Collection will be the main subject in 2019
During meetings I held with some financial institutions, I heard speeches lamenting the growing severity of the collection problem in October and November. Interestingly, the gap between funding costs and loan interests is also widening. In other words, the gross return of loans sold is more than in previous periods. Experienced financiers say that returns get higher on paper in such times.
Another interesting development is that those who were strong enough to buy any facility they wanted with their existing fortunes are now in need of the money from those institutions. However, credit institutions do not intend to open a long-term loan for anyone without looking at their cash flow.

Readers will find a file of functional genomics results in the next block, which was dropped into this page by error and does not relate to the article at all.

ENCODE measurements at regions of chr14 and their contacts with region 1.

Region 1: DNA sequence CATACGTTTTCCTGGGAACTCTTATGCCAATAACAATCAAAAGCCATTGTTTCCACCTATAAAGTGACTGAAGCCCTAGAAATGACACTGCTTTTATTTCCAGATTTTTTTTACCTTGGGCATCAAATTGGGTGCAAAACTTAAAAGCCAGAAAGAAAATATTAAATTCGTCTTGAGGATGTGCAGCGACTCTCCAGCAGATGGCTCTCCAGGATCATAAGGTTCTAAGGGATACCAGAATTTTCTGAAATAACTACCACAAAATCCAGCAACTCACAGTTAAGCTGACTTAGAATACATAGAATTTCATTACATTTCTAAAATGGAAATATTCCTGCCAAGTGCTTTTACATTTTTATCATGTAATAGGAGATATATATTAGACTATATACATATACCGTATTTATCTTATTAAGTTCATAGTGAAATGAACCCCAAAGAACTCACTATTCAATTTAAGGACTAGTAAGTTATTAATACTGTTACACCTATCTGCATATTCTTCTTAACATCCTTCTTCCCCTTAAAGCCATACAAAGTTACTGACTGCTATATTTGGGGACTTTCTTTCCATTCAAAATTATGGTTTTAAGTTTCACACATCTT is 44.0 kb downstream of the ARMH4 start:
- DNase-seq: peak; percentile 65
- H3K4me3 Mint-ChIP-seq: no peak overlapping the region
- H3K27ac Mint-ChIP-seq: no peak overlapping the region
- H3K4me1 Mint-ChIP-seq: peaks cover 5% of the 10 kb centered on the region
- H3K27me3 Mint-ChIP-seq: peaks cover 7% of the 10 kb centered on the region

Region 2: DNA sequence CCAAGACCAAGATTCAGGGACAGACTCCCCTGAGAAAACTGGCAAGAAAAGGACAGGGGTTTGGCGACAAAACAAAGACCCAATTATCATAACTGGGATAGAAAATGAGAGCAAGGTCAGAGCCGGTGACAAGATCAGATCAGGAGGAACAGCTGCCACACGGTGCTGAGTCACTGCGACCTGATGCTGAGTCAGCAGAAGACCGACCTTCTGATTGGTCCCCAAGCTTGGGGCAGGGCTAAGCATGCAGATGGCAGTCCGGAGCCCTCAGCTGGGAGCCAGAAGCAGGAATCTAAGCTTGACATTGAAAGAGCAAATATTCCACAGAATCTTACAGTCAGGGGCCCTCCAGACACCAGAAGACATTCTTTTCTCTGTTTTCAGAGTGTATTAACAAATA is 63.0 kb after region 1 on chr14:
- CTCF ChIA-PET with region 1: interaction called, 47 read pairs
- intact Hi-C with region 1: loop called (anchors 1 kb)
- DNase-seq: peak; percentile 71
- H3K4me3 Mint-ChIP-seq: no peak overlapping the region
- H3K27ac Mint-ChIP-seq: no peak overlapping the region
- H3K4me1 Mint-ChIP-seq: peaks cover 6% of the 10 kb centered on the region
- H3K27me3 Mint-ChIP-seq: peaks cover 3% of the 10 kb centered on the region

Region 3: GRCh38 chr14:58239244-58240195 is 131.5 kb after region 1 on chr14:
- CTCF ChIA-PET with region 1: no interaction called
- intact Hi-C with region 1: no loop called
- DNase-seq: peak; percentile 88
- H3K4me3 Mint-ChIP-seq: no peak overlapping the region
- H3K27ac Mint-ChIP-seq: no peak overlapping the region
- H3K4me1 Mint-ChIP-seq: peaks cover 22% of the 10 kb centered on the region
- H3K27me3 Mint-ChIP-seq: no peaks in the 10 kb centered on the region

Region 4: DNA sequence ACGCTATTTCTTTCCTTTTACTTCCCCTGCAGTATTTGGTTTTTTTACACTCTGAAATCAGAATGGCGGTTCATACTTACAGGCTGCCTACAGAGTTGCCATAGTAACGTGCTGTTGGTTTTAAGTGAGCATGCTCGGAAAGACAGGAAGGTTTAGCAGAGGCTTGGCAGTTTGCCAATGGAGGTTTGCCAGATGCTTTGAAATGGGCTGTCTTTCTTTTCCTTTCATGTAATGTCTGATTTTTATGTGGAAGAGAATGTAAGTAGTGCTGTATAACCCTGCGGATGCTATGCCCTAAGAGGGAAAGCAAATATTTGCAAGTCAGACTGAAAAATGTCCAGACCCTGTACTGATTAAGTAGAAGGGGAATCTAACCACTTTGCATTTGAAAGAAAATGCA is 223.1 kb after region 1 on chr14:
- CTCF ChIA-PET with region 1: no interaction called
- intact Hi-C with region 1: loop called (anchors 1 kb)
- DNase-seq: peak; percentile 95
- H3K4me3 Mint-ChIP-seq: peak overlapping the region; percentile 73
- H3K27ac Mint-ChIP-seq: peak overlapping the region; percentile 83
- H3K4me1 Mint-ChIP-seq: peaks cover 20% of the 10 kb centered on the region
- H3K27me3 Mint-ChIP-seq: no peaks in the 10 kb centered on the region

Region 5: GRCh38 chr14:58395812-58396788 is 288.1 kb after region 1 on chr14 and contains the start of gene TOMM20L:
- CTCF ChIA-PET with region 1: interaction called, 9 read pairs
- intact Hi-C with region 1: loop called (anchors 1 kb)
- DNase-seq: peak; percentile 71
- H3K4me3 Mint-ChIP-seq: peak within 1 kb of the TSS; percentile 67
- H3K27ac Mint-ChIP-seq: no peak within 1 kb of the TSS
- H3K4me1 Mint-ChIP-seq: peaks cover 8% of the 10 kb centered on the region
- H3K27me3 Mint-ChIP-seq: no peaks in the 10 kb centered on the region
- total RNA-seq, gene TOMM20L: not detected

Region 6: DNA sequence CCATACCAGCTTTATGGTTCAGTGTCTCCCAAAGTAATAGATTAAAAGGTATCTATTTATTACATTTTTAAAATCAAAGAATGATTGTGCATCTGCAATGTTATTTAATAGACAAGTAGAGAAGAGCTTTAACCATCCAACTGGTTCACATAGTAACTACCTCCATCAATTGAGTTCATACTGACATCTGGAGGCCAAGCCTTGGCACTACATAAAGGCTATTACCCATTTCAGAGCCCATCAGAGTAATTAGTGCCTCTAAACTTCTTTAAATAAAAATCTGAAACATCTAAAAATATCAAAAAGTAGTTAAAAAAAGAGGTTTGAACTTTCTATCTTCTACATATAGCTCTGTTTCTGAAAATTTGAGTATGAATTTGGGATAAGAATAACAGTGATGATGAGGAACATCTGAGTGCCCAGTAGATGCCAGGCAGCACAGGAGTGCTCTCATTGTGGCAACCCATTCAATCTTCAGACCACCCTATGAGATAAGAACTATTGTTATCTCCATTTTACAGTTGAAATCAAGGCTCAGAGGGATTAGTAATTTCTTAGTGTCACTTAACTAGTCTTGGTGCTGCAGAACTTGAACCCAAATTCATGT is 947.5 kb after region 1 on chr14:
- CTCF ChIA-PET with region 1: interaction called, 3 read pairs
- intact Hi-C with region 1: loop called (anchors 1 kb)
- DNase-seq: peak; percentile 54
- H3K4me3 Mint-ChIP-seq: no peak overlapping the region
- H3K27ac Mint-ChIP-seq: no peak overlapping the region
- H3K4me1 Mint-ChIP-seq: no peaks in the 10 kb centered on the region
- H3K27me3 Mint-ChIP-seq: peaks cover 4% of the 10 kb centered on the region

Step by step we are heading into the reality of an overly secured credit market. Bankers insist that “the security deposit is not enough; the cash flow must be smooth.” There are many financial institutions that want to sell some of their old loans to asset management companies. Nevertheless, I guess that they will continue to float on the overnight interest rate for a while, even if they are irregular.
Short on adv ce
Most sectors have a credit relationship that “funds the loss.” In other words, those who were complaining that “banks share their profit” can today say that “banks share our loss.” Of course, they don’t say that. I have a little advice: I think it would be appropriate for financial institutions to set up their budgets with the possibility of at least 1.5 percent bad debt. I think that collectables in 2019 will determine the fate of institutions.
Next year’s budgets are likely to be revised several times. In the event that the IMF’s high forecasts for the USD/TRY rate come true, all budgeting will be in the category of “garbage” because the parameters mentioned by the IMF differ widely from the new economy program targets. Meanwhile, cross-border military operations will likely begin. I think our agenda will focus on diplomacy and hot conflicts in the new year.